Emergency Aid Skills Stage 8

From Scouts Canada Wiki
Jump to: navigation, search

Emergency Aid Skills - Stage 8 Competencies & Requirements

  1. I have successfully completed an advanced first aid course.
    • Scouts can choose from the following courses:
      • First Responder with CPR Level HCP (Canadian Red Cross Society),
      • Advanced Medical First Responder with CPR Level HCP (St. John Ambulance),
      • Marine Advanced First Aid (as recognized by Transport Canada),
      • Advanced First Aid (as recognized by the Province of Alberta), or equivalent nationally-recognized certificate, or higher qualification or
      • hold a current certificate from a recognised body in Emergency/Disaster Response such as VERC, TeenCERT, Ontario Volunteer Emergency Response Team
  2. I have successfully completed a non-first aid certification course in an area of my personal interest within Emergency Aid.
    • Scouts can take a course in the following:
      • Aquatic Lifesaving and Lifeguarding
      • Swiftwater Rescue
      • High Angle Rescue
      • Boat Rescue
      • Ice Safety, Glacier/Avalanche Safety
      • Search and Rescue
      • Canadian Ski Patrol Training
      • SCUBA Rescue
      • TeenCERT Train-the-Trainer, or
      • Emergency Management Ontario’s BEM-100 [Basic Emergency Management Certificate] or local provincial equivalent or
      • A training or qualification that can be approved by my Section Leadership Team as meeting this non-first aid certification course requirement.
  3. As part of taking a non-first aid certification course, I can improve my risk management skills.
    • Scouts can assess and manage risk in various and constantly changing situations.
    • Scouts can constantly assess hazardous situations as they arise and take measures to limit risk.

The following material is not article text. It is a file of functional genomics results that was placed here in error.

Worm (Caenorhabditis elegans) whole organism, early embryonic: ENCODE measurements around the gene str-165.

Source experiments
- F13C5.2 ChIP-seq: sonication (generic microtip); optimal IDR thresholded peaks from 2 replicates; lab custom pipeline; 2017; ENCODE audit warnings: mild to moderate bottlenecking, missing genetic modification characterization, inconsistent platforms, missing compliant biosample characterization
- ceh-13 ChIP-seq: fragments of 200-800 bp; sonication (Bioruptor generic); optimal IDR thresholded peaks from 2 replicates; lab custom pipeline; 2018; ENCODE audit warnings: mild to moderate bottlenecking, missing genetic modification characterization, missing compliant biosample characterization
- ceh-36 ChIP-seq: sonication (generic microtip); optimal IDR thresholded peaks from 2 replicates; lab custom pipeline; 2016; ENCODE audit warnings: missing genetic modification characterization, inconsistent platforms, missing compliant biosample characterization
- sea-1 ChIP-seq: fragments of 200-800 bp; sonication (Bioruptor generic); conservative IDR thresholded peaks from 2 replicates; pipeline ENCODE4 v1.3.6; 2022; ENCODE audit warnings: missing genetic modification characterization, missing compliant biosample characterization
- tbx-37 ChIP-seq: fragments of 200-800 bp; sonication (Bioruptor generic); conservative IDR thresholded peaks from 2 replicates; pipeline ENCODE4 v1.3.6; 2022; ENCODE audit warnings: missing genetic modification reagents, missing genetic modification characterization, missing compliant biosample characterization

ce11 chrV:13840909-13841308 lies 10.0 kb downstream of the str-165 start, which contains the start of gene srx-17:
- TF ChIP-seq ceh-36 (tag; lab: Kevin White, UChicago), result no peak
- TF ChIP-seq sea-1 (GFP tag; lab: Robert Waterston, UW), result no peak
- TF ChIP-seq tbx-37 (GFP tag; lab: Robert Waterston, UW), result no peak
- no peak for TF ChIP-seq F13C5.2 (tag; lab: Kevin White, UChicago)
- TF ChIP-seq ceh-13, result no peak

4. I can safely perform basic emergency repairs on an automobile, such as changing a flat tire or jump-starting a car.
    • Scouts can explain a circle check on a vehicle.
    • Scouts can instruct younger Scouts (16 years and older) on how to jump-start a car and change a tire.
  5. I can start and maintain a consumer emergency generator.
    • Scouts can follow the manufacturer’s instructions for the safe start and maintenance of an emergency generator.
  6. I have taught a group of people on the importance of, and what should be in, a 72-hr home preparedness kit.
    • Scouts can lead a session for younger Scouts or another group on the contents and use of a 72-hr home preparedness kit.
  7. I know and can describe the steps required to triage in a mass casualty incident (MCI).
    • Scouts can practise this skill in an incident scenario.
  8. I have met with a member of underwater community-based emergency response search team and discussed his or her role and responsibilities in my community.
    • Scouts will arrange for this emergency response search team member to meet a Scout Group.
  9. I can create a trip plan with detailed risk management strategies for an activity with my group.
    • Scouts will have the plan and strategies approved by a Scouter or Group Commissioner.
  10. I know what equipment needs to be in a first aid kit for an activity of at least one weekend in length in the wilderness.
    • Scouts will demonstrate the kit to their Patrols.
  11. I have been the responsible first aider for an outdoor expedition of at least three nights.
    • Scouts are to have the appropriate first aid certification for this outing.
  12. I can purify water in a safe manner.
    • Scouts can purify water from a natural source.
  13. I have built an emergency shelter in the wilderness with minimal equipment, and I have slept in it overnight.
    • Scouts can build a shelter with whatever they can carry in a backpack; the shelter is to be precipitation-proof.
  14. I can lead a team at least 100m over wilderness terrain in transporting a patient with an injury (who cannot walk by his or her own power).
    • Scouts can complete this task as part of an outdoor rescue scenario.
  15. I know the limitation in a wilderness setting when calling for medical evacuation transport.
    • Scouts can explain how different locations and terrain require different means of transport.
  16. I know what preparations should be made when calling a medical helicopter.
    • Scouts can explain the landing requirements, landing site safety and victim packaging requirements.
  17. I can describe and demonstrate proper use of fire extinguishers or other tools/methods for extinguishing fires.
    • Scouts can speak about extinguish cooking fires, grassfire, electrical fires, etc.